One can understand this only if one understands that it can not be understood, and one is not able to understand this if one thinks it can be understood.
Yes, this is the ultimate Truth. But this is not where the story ends -- that is where it really begins! Before we can know anything, before we can define the concept of "truth", before we can have the freedom to, finally, get on the trail of discovery, we had to find the trailhead.
That same concept was proposed many times later under different names. Here are a few examples by Western philosophy:
- All of Immanuel Kant's "Critique of the Pure Reason"
- Socrates' famous quote, "The only true wisdom is in knowing that you know nothing"
- The proposal by René Descartes, known henceforth as "Cartesian doubt", echoed by
- Søren Kierkegaard's "leap of faith"
... just from the top of my head. Put in plain English, it means that your own existence, while self-evident, is the only truth you will ever know.1
Call it the Ultimate Truth, 'cause you won't get any further by staying rational and relying on pure reason alone, as the title of "Critique..." suggests.
And that's how we "understand that it can not be understood".
Bottom line, no one was particularly impressed with the pure reason's performance, because, ultimate or not, ignorance a lousy final destination for purely practical reasons. Which is what the second "Critique..." (still?!...) was about (and very much contrary to philosophy's popular, if not entirely undeserved image2). Because in the end, "To Be is to Do",3 and knowing nothing isn't much to go by, is it?
So what for a rational person to do in this situation? Well, that's what faith is for -- when there is no reason, one must have faith.
Yes, we are ditching rationality, but we are doing it for rational reasons, and, otherwise, we stay rational about it -- about being irrational.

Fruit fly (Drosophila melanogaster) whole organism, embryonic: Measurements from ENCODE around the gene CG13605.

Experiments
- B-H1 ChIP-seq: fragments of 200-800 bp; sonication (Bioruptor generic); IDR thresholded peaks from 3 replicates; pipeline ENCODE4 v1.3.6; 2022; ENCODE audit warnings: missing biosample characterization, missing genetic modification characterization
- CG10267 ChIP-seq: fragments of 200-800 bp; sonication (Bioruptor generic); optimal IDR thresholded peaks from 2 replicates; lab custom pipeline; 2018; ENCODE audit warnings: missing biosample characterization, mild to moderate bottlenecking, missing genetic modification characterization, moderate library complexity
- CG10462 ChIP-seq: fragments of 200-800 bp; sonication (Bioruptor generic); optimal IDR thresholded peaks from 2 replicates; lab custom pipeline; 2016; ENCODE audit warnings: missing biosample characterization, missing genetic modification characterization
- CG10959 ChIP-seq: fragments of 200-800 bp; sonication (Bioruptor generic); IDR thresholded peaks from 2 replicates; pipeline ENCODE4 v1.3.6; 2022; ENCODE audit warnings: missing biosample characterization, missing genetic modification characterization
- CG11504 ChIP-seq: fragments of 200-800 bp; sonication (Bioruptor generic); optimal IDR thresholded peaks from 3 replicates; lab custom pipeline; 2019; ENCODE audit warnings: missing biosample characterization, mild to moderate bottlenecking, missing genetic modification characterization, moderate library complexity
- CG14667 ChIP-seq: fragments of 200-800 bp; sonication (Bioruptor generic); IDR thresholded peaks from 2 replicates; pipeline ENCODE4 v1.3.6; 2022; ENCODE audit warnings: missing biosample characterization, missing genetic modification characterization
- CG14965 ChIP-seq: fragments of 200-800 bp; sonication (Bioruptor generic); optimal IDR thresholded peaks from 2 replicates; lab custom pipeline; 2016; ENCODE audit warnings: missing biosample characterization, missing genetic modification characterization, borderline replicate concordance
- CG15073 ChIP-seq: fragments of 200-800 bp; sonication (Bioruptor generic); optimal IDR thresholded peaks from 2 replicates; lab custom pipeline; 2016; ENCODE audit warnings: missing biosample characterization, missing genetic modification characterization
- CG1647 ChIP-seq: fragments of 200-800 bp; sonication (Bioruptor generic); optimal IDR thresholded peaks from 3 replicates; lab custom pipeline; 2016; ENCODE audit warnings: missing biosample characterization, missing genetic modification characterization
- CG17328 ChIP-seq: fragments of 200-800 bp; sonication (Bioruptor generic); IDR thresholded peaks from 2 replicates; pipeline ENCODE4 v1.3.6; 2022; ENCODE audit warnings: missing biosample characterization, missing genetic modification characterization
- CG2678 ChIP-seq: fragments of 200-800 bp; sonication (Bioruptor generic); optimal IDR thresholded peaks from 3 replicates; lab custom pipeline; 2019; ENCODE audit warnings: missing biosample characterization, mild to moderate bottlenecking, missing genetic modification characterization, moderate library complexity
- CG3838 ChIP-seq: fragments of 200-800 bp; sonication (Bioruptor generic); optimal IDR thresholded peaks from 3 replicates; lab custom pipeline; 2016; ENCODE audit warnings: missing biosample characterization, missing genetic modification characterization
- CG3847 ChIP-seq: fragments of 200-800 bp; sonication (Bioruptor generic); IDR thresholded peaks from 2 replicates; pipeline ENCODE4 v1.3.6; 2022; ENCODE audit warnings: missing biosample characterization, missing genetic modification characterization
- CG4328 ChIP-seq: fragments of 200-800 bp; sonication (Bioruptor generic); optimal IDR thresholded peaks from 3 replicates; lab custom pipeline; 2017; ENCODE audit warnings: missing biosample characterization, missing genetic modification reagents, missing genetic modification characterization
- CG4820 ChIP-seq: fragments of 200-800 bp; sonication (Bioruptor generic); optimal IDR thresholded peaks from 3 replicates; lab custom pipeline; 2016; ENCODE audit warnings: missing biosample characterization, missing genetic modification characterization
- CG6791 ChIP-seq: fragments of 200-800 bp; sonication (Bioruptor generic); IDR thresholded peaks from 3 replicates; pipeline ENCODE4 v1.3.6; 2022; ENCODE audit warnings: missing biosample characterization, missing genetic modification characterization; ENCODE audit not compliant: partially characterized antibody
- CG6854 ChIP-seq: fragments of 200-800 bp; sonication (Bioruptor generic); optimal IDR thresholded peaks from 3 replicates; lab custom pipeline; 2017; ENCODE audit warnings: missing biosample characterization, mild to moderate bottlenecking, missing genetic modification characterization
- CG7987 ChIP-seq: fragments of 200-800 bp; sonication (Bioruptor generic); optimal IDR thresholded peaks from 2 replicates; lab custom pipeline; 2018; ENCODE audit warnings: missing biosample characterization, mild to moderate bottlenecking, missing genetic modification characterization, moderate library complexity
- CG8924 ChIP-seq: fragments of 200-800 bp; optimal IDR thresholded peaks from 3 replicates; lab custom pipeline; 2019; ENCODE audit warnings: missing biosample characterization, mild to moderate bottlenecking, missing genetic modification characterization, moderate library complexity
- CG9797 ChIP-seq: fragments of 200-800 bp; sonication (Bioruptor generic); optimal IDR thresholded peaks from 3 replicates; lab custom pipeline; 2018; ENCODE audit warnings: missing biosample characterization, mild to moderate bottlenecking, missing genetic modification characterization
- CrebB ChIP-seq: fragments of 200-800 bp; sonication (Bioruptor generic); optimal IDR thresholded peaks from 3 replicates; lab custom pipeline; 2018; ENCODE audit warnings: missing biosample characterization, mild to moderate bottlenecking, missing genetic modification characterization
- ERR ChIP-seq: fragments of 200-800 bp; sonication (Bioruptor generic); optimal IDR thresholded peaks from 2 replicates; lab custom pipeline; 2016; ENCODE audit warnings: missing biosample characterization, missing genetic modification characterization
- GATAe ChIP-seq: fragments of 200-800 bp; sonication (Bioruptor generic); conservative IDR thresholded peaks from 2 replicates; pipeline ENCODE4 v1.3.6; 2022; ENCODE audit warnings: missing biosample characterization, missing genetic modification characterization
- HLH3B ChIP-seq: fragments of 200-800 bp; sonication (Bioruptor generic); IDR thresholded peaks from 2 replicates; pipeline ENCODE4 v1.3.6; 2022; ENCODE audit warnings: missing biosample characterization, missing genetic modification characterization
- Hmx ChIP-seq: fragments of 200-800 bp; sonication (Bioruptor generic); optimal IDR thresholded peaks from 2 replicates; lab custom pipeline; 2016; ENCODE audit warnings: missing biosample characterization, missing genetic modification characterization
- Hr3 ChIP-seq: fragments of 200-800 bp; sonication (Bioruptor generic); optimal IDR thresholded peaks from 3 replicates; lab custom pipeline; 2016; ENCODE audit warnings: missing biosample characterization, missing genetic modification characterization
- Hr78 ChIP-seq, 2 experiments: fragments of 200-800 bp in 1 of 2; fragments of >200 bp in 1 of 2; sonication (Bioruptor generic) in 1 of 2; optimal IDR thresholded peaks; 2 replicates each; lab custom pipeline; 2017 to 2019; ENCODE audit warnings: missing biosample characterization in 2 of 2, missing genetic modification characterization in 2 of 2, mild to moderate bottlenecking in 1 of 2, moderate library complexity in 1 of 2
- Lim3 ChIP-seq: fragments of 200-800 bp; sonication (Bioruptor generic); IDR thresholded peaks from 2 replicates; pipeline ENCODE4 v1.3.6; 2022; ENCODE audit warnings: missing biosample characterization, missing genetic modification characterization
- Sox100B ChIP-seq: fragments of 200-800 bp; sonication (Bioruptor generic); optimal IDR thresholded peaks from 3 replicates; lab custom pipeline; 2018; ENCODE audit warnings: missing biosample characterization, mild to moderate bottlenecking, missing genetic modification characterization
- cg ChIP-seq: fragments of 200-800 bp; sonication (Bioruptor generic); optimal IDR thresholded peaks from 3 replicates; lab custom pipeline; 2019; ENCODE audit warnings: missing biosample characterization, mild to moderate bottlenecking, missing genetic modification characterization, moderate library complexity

"One can understand this only if one understands that it can not be understood" -- it's no wordplay, and, hopefully, you will see it too.
So staying rational is not an option -- on the one hand. On the other hand, abandoning rationality for good is not an option either (I mean being rational, acting rationally -- that WAS the whole point, isn't it?.. to understand, to know the truth -- so we can see clearly and, maybe, even know what in the world we are doing?).
That makes it about finding the right balance -- rather than replacing rationality with blind faith, we must make it a leap. Just this one time, we are going to act on faith and simply assume that we, well, can be rational.4 The tenets of our faith, if true, must allow for a strictly rational system of beliefs from that point onward. I'm only aware of one such set -- these days we call it "the objective reality", but in pre-civilization cultures, we referred to it as "God".
Specifically, the "objective" part means:
a) we all share the same, one and only reality,
b) we ourselves are a part of it,
c) we perceive it in very much the same way, and
d) it is explainable
The first three conditions allow for a valid definition of truth -- and it is only valid if it also defines what is not true.5 It also must make the truly objective and universal: what is true for one must be true for everyone else (we can have differences in opinions, even tho it doesn't reflect well on us).
The explainable part means that things never happen at random -- tho "not at random" does not necessarily mean they happen for a reason. Rather, it means we can always, at least in theory, trace their cause to some past events. In fact, our brains are hard-wired with that capacity, the capacity to understand the logic behind events.
The Koine Greek word for that faculty was "lógos":
‟Through it7 all things were made; without it, nothing was made that has been made.
-- John 1:3
And if only we had the will to use it! But, for many thousands of years now, we just don't.
‟The lógos holds always, but humans,
always time and again, prove unable to ever understand it, both before hearing it and when they have first heard it.
-- Heraclitus, circa 450 BC
1 ... slightly complicated by the fact that most people simply do not deal in knowledge (so if my "plain" English isn't really... well, you are not alone)
2 looks like an ivory tower... otherwise totally unintelligible, and so even more imposing
3 ... and I don't even know whose quote is that anymore (though I'm pretty sure it's Socrates')
4 BTW, rational means explainable ;) For example, a belief is rational if you can explain why it is true.
5 Because we need to know what is not possible in order to know our options, to have a choice, and, therefore, freedom.
7 Koine Greek "lógos", Aramaic "miltha", or Sanskrit "ātman" refer to the same concept, but no modern language has a word for it. Latin was already too modern, so in the Latin translation of Gospels "lógos" simply turned into "verbum" ("the word"). Probably meant as a placeholder, until they figured out a proper translation, but (in the rush?) things slipped through the cracks, as they often do.